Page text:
Days after soldiers were deployed, South African President Jacob Zuma’s office announced Thursday that he has ordered military forces to assist police trying to control labor unrest in the nation’s crucial mining sector. Despite resolution of the longest and bloodiest strike, two more deaths were reported.
Even as miners returned to work Thursday at the Lonmin PLC platinum mine in Marikana, where police killed 34 miners on Aug. 16, labor advocates said police killed two more people: a ruling party municipal councilor who died of injuries from a rubber bullet and a miner who was run over by an armored car.
Zuma’s office said he was invoking the Constitution to use the military to support police “in the prevention and combating of crime as well as the maintenance of law and order in the Marikana Area … and other areas around the country where needed” until Jan. 31. The notice from the presidency referred to section 201 (2) of the Constitution, which states that “only the President, as head of the national executive, may authorize the employment of the defense force.”
Last weekend some 1,000 soldiers were trucked into the “platinum belt” northwest of Johannesburg.
Thursday morning, police in water cannon trucks and several armored cars confronted striking Anglo American Platinum miners at a shantytown where residents set up barricades of rocks and burning tires and logs. Before long, the fires died down and most of the police pulled back. The people dispersed, leaving a herd of goats milling around the water cannons.
Police spokesman Dennis Adriao confirmed that police fired tear gas and a stun grenade on the peaceful gathering near Sondela settlement. There were no arrests, he said.
However there was a fatality from the confrontation Wednesday between police and strikers. Strike leader Evans Ramokga told reporters that one miner was run over Wednesday by a police armored car and dragged several meters (feet) before it stopped. He said the man died overnight in the hospital.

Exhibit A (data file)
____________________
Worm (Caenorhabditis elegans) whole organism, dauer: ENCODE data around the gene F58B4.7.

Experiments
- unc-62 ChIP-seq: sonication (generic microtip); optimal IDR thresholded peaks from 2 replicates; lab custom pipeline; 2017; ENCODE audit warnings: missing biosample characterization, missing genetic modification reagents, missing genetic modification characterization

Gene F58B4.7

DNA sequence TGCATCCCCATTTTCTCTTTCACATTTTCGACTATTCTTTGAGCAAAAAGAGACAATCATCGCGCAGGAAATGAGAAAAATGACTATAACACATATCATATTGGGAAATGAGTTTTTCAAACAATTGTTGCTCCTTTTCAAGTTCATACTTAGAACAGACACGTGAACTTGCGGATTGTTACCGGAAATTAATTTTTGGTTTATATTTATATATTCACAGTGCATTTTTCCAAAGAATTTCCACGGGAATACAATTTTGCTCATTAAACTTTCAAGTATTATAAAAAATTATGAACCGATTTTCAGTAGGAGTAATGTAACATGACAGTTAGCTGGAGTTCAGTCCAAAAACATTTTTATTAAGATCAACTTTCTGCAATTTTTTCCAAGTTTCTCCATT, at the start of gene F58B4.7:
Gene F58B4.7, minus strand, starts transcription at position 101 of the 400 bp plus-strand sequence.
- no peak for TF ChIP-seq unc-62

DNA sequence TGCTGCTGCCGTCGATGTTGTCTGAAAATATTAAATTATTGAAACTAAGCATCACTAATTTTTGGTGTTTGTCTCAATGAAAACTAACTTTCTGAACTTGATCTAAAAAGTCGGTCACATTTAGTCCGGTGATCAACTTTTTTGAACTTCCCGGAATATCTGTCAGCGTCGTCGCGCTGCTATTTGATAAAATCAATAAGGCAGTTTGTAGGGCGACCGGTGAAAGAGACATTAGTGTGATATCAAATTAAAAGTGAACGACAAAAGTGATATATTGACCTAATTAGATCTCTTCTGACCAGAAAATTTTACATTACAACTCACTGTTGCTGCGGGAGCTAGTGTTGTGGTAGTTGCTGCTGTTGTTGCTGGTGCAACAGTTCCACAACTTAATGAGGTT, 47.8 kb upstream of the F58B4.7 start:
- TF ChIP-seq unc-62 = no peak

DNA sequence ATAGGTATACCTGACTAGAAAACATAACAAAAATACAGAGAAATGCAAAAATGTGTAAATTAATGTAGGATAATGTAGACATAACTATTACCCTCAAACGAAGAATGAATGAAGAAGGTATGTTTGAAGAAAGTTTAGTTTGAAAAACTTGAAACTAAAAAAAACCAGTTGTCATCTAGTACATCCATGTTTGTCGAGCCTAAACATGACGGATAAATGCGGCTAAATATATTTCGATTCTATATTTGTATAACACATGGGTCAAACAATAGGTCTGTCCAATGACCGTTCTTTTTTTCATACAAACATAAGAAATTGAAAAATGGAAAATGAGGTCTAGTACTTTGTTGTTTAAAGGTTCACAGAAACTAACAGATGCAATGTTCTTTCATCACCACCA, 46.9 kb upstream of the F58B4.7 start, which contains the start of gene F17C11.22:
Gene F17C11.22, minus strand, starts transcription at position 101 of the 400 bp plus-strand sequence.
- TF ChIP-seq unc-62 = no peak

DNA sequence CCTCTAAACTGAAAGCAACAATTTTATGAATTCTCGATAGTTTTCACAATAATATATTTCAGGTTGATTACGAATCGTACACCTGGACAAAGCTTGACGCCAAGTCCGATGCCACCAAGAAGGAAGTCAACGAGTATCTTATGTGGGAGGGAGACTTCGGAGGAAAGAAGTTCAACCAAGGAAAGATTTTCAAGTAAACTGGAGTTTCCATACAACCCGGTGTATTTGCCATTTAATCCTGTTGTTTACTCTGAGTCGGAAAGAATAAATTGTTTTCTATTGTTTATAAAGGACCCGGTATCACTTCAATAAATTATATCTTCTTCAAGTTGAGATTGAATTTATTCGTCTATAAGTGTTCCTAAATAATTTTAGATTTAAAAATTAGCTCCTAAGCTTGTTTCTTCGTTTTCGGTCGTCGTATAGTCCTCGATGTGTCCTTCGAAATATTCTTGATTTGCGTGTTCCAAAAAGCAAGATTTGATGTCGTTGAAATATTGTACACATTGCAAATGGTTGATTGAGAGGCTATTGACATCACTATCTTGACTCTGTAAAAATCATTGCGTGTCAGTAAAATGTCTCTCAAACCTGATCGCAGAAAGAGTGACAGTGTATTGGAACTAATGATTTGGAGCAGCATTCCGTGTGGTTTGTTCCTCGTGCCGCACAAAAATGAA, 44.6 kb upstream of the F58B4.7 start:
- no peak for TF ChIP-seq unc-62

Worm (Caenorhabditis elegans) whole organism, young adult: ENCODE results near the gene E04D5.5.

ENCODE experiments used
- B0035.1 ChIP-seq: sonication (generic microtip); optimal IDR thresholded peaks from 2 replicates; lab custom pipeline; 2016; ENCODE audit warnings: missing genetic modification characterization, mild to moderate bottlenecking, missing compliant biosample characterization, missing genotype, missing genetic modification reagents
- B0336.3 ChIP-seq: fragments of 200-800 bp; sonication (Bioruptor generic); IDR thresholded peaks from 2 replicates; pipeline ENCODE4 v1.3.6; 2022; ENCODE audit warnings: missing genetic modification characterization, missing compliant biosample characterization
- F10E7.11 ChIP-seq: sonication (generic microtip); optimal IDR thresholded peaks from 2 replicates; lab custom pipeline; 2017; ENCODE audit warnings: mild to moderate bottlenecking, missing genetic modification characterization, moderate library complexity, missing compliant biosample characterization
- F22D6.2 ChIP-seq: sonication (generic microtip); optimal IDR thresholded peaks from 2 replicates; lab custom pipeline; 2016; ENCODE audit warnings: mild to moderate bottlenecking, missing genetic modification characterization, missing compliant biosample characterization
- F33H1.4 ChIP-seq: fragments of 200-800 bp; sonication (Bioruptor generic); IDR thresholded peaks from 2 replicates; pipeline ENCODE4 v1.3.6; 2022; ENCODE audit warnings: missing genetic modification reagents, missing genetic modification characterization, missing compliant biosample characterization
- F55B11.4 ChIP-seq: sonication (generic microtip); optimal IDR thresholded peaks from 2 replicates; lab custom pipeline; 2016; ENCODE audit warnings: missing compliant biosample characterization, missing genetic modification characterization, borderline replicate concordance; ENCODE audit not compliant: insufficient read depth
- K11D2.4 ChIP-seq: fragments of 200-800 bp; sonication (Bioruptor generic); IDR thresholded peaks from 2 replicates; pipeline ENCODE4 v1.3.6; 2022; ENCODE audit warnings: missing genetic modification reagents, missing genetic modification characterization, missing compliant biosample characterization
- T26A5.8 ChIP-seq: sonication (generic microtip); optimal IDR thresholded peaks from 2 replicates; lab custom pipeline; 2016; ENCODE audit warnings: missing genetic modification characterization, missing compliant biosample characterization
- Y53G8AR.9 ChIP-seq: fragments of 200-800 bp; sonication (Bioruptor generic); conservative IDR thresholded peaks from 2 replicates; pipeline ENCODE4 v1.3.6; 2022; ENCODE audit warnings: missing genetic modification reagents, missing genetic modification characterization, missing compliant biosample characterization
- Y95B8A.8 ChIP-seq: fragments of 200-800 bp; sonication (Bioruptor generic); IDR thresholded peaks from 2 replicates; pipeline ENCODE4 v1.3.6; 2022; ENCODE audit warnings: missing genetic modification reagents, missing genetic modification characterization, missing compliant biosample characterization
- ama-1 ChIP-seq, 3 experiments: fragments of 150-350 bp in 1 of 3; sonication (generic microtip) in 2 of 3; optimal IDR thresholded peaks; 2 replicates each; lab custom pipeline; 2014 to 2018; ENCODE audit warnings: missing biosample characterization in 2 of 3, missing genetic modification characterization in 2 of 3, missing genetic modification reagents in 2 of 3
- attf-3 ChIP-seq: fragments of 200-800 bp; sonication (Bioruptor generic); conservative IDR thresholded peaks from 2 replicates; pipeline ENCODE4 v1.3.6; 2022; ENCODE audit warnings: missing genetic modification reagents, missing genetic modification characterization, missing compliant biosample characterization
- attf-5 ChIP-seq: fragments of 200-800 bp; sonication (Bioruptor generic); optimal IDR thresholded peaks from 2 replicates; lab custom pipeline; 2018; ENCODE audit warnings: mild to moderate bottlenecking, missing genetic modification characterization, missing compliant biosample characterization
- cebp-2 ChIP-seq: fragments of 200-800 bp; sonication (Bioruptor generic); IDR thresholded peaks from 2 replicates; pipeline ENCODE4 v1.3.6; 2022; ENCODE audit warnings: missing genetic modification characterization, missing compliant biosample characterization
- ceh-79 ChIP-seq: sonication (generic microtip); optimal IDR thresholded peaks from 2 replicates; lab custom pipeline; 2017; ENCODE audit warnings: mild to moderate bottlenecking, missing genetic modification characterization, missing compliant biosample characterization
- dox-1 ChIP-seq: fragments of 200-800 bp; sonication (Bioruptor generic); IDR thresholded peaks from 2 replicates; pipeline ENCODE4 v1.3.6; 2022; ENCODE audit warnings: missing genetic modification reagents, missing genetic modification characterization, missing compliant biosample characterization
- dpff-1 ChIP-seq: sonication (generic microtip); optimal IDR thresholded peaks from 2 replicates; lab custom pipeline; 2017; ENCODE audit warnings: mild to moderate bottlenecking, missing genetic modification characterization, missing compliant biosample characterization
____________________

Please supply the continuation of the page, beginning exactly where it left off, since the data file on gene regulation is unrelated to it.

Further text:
Police spokesman Adriao said he was unaware of the incident which occurred at the scene where police fired rubber bullets, tear gas and stun grenades to break up a march by thousands of strikers. The mines near Rustenburg belong to Anglo American Platinum, the world’s largest platinum producer.
“The only thing we want is to sit down and have them hear our demands,” Ramokga said. He said authorities have refused to give permission for the thousands of strikers among Anglo’s 15,000 workers there to hold a protest march to back their demands for a gross monthly salary of 16,070 rand ($2,000).
Anglo issued an ultimatum for workers to report for duty by Thursday night or threatened to act on a court order declaring the strike illegal. That gives Anglo the power to fire strikers.
“Anglo American Platinum’s Rustenburg mining operations are already under considerable economic pressure, any further delays in returning to work will only increase the risk to the long-term viability of these mines,” it said in a statement late Wednesday.
The Marikana Solidarity Campaign meanwhile reported that African National Congress councilor Paulina Masutlhe was shopping Saturday at the Wonderkop shantytown where Lonmin platinum miners live when police firing from a speeding armored car hit several women. Masutlhe was hit in the abdomen and leg and rushed to the hospital, where she died Wednesday, a statement said.
Adriao said he is investigating the report of a death. He said police had reported to the Independent Police Investigative Directorate that several people were hit by rubber bullets in a raid on the homes of strikers on Saturday, the day after Jacob Zuma a crackdown.
The directorate already has opened 34 murder and 78 attempted murder charges against police in the Aug. 16 shootings, the worst state violence since the White apartheid regime was brought down in 1994. The government has said it is awaiting the outcome of a judicial commission of inquiry that is to report to the president in January.
The solidarity campaign condemned the brutality of police and called for “the immediate identification and suspension of the police officers involved in her (Masutlhe’s) murder. ”
“We are also extremely unhappy that, to date, none of the police officers involved in the massacre on 16 August 2012 has been identified or suspended – this is totally unacceptable and unlawful,” said the campaign that includes the powerful Congress of South African Trade Unions that is part of a governing alliance with the African National Congress party and the South African Communist Party.
The deaths at the two mines, both northwest of Johannesburg, bring the strike-related death toll to 47.
Lonmin on Tuesday resolved its five-week strike by agreeing to pay raises of 16 to 22 percent.
The strike already has spread to several gold, platinum and chrome mines in the country that produces 75 percent of world platinum and is the No. 4 chrome producer and in the top 10 of gold producers.